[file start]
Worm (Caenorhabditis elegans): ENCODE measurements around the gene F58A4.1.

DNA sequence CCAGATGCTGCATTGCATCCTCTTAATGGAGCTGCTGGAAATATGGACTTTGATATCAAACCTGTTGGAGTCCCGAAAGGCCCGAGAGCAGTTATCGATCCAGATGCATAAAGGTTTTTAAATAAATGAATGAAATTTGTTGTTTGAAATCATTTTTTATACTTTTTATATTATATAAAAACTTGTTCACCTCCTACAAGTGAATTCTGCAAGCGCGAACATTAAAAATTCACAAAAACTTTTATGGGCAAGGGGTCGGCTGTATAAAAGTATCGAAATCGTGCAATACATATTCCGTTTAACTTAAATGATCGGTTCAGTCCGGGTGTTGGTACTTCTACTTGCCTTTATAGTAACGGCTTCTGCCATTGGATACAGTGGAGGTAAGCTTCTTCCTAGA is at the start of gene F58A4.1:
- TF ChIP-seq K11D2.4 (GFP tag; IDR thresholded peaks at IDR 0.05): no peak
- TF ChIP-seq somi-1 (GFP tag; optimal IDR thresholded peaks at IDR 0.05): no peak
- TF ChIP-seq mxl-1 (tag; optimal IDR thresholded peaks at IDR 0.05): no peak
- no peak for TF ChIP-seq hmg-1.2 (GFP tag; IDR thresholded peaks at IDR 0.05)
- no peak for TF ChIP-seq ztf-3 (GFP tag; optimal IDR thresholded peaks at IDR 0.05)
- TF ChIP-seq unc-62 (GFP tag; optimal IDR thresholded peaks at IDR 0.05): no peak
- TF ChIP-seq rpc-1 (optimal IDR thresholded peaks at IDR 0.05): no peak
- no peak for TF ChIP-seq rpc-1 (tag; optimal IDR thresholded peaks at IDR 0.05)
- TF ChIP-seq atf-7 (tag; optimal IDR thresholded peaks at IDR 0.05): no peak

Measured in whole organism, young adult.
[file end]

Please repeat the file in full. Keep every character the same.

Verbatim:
Worm (Caenorhabditis elegans): ENCODE measurements around the gene F58A4.1.

DNA sequence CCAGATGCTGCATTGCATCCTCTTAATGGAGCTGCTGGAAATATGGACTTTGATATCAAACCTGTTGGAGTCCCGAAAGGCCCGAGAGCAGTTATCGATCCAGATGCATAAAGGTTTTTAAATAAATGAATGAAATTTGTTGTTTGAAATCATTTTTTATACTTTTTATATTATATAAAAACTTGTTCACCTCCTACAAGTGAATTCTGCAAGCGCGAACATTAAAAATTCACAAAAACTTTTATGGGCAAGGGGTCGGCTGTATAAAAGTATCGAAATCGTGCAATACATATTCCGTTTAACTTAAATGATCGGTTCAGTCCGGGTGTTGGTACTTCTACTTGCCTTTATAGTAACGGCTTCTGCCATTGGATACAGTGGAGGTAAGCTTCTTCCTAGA is at the start of gene F58A4.1:
- TF ChIP-seq K11D2.4 (GFP tag; IDR thresholded peaks at IDR 0.05): no peak
- TF ChIP-seq somi-1 (GFP tag; optimal IDR thresholded peaks at IDR 0.05): no peak
- TF ChIP-seq mxl-1 (tag; optimal IDR thresholded peaks at IDR 0.05): no peak
- no peak for TF ChIP-seq hmg-1.2 (GFP tag; IDR thresholded peaks at IDR 0.05)
- no peak for TF ChIP-seq ztf-3 (GFP tag; optimal IDR thresholded peaks at IDR 0.05)
- TF ChIP-seq unc-62 (GFP tag; optimal IDR thresholded peaks at IDR 0.05): no peak
- TF ChIP-seq rpc-1 (optimal IDR thresholded peaks at IDR 0.05): no peak
- no peak for TF ChIP-seq rpc-1 (tag; optimal IDR thresholded peaks at IDR 0.05)
- TF ChIP-seq atf-7 (tag; optimal IDR thresholded peaks at IDR 0.05): no peak

Measured in whole organism, young adult.